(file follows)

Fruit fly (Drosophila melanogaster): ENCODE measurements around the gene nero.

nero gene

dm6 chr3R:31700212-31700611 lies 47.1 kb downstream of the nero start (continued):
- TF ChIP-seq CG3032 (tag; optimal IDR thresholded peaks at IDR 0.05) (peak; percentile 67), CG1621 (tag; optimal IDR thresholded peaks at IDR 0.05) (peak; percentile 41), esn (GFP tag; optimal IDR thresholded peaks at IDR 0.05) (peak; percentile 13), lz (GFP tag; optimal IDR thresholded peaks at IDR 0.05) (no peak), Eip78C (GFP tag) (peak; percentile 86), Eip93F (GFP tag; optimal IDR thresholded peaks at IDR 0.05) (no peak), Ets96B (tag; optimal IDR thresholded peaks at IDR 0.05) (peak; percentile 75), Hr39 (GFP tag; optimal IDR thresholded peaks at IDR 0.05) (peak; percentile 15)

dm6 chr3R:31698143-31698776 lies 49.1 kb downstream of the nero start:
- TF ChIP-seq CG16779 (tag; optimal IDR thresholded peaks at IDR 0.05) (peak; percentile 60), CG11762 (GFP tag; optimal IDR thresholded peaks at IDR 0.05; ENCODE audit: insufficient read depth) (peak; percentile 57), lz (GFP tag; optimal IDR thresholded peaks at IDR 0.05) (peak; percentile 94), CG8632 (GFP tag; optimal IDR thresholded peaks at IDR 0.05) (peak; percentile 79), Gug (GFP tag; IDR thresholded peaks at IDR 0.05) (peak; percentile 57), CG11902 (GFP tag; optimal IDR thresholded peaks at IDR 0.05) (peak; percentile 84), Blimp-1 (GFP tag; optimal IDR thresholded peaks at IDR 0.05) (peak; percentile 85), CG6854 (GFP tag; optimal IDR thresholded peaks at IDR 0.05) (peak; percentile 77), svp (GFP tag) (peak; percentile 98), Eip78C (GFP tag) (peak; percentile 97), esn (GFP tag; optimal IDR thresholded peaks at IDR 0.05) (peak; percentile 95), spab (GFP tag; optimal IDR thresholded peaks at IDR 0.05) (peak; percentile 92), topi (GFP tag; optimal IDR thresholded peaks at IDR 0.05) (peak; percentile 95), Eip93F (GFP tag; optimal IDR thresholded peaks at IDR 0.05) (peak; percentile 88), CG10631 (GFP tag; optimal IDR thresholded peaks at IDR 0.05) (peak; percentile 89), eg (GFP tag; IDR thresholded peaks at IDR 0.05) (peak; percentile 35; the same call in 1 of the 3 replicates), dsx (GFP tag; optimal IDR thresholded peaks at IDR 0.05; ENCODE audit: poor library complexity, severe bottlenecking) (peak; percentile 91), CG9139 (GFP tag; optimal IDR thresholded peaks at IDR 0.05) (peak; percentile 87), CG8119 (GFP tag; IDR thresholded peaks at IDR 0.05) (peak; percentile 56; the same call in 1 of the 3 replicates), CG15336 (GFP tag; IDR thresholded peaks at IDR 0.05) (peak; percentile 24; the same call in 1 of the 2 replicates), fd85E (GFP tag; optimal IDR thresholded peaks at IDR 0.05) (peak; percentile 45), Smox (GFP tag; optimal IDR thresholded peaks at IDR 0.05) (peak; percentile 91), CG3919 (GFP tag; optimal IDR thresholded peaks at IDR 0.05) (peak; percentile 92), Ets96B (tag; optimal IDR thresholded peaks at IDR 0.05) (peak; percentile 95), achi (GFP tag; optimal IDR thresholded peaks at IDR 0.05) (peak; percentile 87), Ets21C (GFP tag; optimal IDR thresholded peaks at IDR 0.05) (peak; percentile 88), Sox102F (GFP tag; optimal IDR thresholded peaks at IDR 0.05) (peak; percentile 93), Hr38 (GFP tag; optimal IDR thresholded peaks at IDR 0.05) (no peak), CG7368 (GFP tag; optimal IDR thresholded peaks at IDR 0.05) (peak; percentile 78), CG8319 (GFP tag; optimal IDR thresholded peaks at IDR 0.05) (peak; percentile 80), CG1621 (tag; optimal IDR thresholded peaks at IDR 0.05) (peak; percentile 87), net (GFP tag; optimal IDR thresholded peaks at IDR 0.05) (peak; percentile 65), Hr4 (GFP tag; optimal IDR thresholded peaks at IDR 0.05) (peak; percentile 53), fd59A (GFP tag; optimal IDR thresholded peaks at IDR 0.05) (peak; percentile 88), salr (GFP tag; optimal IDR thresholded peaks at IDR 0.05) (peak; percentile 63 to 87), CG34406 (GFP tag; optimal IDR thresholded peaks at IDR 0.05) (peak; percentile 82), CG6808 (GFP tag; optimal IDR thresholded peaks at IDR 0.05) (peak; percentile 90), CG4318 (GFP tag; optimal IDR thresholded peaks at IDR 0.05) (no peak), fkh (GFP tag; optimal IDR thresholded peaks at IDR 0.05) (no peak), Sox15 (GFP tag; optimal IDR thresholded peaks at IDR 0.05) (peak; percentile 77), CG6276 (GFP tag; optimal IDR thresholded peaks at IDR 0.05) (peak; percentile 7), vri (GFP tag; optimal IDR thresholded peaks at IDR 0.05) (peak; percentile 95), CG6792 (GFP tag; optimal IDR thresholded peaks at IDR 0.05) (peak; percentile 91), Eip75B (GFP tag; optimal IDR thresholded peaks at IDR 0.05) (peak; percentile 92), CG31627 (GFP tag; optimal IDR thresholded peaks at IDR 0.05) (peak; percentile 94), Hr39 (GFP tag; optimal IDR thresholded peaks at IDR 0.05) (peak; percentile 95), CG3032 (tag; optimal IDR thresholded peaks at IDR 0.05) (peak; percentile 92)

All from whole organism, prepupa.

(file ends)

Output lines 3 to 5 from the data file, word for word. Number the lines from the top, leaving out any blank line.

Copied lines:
dm6 chr3R:31700212-31700611 lies 47.1 kb downstream of the nero start (continued):
- TF ChIP-seq CG3032 (tag; optimal IDR thresholded peaks at IDR 0.05) (peak; percentile 67), CG1621 (tag; optimal IDR thresholded peaks at IDR 0.05) (peak; percentile 41), esn (GFP tag; optimal IDR thresholded peaks at IDR 0.05) (peak; percentile 13), lz (GFP tag; optimal IDR thresholded peaks at IDR 0.05) (no peak), Eip78C (GFP tag) (peak; percentile 86), Eip93F (GFP tag; optimal IDR thresholded peaks at IDR 0.05) (no peak), Ets96B (tag; optimal IDR thresholded peaks at IDR 0.05) (peak; percentile 75), Hr39 (GFP tag; optimal IDR thresholded peaks at IDR 0.05) (peak; percentile 15)

dm6 chr3R:31698143-31698776 lies 49.1 kb downstream of the nero start: